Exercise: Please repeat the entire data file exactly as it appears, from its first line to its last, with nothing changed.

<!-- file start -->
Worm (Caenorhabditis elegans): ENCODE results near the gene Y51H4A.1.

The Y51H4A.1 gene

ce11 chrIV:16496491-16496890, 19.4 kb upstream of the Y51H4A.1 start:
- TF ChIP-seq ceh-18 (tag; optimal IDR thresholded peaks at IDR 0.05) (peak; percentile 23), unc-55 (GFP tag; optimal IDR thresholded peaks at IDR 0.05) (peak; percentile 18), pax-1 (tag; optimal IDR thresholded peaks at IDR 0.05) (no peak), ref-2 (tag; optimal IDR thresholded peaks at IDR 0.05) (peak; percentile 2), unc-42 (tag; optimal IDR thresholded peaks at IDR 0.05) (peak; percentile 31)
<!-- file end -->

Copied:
Worm (Caenorhabditis elegans): ENCODE results near the gene Y51H4A.1.

The Y51H4A.1 gene

ce11 chrIV:16496491-16496890, 19.4 kb upstream of the Y51H4A.1 start:
- TF ChIP-seq ceh-18 (tag; optimal IDR thresholded peaks at IDR 0.05) (peak; percentile 23), unc-55 (GFP tag; optimal IDR thresholded peaks at IDR 0.05) (peak; percentile 18), pax-1 (tag; optimal IDR thresholded peaks at IDR 0.05) (no peak), ref-2 (tag; optimal IDR thresholded peaks at IDR 0.05) (peak; percentile 2), unc-42 (tag; optimal IDR thresholded peaks at IDR 0.05) (peak; percentile 31)